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Some Malaysian websites to 'black out' on Aug 14

Publication Date : 10-08-2012

 

Visitors to popular Malaysian Web forum Cari next Tuesday will be greeted not by its blue-and-white layout, but by a stark black pop-up page.

The same applies to news website Malaysiakini and auction site Lelong.

With the help of a cartoon, the pop-up will explain how a recently amended law affects Internet users, and urge people to sign a Facebook petition against it.

At least 45 Malaysian websites are expected to take part in the one-day campaign.

Dubbed Internet Blackout Day, it is modelled after a similar online protest on Jan 18 by United States websites against the passing of a new anti-piracy law. Wikipedia notably went offline that day, while Google blacked out its homepage logo.

Two days later, US lawmakers postponed indefinitely plans to draft the Bill, after considering the widespread concerns.

Malaysia's Evidence Act, which went into effect last week, holds owners of websites, social media accounts and electronic devices responsible for defamatory content that is published or re-published, whether it was written by them or not.

The new law deems the accused guilty unless he can prove otherwise. Critics have pointed out that this goes against the oft-held principle that anyone charged with a crime is presumed innocent until proven guilty.

This can be a problem for anybody with a Facebook page, but for owners of a busy forum like Cari - which gets as many as 150,000 unique visitors daily - it creates an even bigger headache.

"We would now be liable for anything posted," said its founder and chief executive Liew Chew Keat. "But it is impossible to monitor everyone or to prove that we were not the ones who posted an offensive comment."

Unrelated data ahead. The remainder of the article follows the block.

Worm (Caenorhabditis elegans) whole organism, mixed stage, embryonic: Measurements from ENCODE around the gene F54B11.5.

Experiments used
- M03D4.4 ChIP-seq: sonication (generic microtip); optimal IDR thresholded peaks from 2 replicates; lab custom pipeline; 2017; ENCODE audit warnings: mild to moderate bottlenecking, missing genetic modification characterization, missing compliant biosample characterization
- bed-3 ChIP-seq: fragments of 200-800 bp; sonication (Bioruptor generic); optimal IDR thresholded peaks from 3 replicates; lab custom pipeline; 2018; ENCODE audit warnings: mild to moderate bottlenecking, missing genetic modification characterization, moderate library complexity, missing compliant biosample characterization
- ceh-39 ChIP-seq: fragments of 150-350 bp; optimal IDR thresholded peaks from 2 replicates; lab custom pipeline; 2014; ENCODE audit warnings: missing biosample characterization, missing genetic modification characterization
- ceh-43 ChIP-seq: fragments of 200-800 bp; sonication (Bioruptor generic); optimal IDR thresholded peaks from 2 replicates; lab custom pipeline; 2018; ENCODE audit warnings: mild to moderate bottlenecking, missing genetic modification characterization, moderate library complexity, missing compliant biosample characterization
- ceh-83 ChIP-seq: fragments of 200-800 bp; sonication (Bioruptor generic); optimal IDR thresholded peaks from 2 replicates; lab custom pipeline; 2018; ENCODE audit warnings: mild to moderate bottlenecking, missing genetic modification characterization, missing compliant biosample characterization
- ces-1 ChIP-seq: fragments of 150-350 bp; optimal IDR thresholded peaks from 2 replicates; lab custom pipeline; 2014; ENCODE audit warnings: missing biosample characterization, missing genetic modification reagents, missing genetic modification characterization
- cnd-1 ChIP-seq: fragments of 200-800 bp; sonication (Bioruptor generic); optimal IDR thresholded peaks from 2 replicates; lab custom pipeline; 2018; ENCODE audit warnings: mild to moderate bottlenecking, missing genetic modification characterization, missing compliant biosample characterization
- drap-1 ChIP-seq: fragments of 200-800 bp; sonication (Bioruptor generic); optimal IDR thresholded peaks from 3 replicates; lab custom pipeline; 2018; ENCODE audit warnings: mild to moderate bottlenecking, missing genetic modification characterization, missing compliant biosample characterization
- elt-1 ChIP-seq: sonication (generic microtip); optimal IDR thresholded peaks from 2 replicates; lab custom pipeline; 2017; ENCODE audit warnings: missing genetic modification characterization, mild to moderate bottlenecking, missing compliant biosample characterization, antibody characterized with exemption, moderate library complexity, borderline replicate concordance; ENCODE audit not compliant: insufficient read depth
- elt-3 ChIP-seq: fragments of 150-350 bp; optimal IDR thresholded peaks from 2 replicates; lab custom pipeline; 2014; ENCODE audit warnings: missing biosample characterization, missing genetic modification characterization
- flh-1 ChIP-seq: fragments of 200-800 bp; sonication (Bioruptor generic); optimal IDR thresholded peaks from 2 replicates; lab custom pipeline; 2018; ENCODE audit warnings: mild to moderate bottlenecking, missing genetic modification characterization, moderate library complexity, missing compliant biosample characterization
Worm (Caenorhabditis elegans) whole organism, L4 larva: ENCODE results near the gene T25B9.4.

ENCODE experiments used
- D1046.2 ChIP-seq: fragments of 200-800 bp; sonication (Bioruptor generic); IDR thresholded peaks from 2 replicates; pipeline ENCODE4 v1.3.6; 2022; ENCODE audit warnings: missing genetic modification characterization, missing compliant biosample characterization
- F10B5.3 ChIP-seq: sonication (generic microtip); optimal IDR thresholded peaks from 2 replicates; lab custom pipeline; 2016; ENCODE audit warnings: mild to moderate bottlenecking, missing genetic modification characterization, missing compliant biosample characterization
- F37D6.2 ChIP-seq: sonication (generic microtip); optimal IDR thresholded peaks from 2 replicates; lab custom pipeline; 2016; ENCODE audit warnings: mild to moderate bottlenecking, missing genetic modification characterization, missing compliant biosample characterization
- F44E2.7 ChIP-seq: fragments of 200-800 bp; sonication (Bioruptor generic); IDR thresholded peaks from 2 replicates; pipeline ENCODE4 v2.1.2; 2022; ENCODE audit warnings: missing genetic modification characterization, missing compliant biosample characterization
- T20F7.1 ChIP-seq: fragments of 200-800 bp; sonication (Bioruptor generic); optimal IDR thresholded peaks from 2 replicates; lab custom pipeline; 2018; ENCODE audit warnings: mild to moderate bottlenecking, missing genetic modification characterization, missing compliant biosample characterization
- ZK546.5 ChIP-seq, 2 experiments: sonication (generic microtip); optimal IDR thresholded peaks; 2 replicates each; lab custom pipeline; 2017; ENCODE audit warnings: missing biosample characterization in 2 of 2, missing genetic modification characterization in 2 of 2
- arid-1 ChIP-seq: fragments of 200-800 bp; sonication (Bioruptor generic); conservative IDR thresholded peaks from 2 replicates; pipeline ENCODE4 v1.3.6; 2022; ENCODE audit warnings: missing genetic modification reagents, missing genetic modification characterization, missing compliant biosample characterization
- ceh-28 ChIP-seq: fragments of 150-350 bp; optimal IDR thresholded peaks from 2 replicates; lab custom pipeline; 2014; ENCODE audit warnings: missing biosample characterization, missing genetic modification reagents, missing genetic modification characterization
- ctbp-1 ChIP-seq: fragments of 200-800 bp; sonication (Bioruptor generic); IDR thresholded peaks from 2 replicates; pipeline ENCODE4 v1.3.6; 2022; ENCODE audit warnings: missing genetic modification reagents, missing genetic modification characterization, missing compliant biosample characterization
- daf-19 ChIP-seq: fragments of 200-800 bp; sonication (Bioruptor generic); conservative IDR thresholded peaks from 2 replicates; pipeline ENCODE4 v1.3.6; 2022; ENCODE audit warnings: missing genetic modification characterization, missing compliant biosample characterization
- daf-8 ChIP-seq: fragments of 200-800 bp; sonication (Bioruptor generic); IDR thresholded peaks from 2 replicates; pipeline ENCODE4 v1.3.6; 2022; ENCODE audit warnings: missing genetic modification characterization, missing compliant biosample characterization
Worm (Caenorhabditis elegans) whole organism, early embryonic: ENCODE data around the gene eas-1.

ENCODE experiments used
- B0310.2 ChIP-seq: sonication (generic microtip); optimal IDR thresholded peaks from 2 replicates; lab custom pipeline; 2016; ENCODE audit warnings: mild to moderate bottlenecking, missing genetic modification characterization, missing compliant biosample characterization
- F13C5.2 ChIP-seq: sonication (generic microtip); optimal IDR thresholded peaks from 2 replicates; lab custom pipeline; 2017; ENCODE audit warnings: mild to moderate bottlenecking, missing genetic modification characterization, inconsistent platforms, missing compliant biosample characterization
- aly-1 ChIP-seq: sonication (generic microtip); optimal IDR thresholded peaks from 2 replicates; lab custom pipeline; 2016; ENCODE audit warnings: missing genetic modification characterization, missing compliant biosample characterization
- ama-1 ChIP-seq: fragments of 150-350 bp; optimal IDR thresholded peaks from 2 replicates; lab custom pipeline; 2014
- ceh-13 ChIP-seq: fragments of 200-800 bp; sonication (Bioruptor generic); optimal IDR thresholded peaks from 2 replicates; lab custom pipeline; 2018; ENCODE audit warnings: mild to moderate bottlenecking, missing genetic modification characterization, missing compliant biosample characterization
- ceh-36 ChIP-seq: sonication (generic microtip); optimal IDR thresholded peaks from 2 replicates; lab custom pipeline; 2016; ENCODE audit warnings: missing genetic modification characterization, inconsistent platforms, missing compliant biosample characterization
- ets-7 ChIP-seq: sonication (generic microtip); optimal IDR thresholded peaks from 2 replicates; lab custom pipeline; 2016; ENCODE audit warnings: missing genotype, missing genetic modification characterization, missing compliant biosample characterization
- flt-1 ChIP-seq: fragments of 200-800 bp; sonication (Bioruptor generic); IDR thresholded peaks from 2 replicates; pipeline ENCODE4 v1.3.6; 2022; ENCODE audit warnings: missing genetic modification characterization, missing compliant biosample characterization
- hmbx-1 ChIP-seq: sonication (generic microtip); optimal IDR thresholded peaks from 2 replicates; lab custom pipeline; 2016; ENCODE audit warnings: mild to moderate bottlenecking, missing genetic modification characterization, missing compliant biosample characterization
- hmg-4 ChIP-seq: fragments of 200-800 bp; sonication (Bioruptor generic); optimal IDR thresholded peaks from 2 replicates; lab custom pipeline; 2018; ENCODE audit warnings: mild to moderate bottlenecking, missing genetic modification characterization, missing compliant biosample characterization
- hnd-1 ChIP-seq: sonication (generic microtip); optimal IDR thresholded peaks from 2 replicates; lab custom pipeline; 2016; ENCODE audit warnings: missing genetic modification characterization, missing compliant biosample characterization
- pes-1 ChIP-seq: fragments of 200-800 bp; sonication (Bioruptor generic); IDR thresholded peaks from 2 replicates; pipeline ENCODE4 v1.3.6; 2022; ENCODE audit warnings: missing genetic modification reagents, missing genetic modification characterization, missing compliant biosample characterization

To protect itself under existing defamation laws, Cari has disclaimers and removes offensive posts if someone complains.

Still, Liew is anxious about whether this will be enough under the new law, which was passed in Parliament in April and gazetted only last week.

On paper, it may not be.

Besides owners of websites, prominent activists such as Marina Mahathir and Umno Youth chief Khairy Jamaluddin have also spoken up against the Act.

Internet Blackout Day is being coordinated by the Centre for Independent Journalism. A non-governmental organisation formed in 2003 by former journalists, it works on freedom of expression issues.

In June, it handed in a petition with more than 3,000 signatures against the Evidence Act, to a deputy minister in Parliament.

Critics say the Act curbs freedom of speech and have urged the government to rescind it, and instead use current laws such as the Computer Crimes Act to nab wrongdoers.

The government, however, has defended the new Act. It said people who make libellous statements online often go unpunished under existing laws, because it is easy to deny responsibility.

"Freedom of speech comes with greater responsibility, so all it means is that you have to be careful," said de facto law minister Nazri Aziz. "Users must be more responsible as your actions may affect others."

New media consultant Oon Yeoh said the law may have been the authorities' response to an increasingly unfettered cyberspace as more Malaysians go online.

He worries that the Evidence Act is prone to abuse.

"Anyone can be sabotaged if someone goes to their Facebook page to post libellous remarks. The authorities should employ better Internet forensics to catch perpetrators," he said. "Fight technology with technology, not with law."

 

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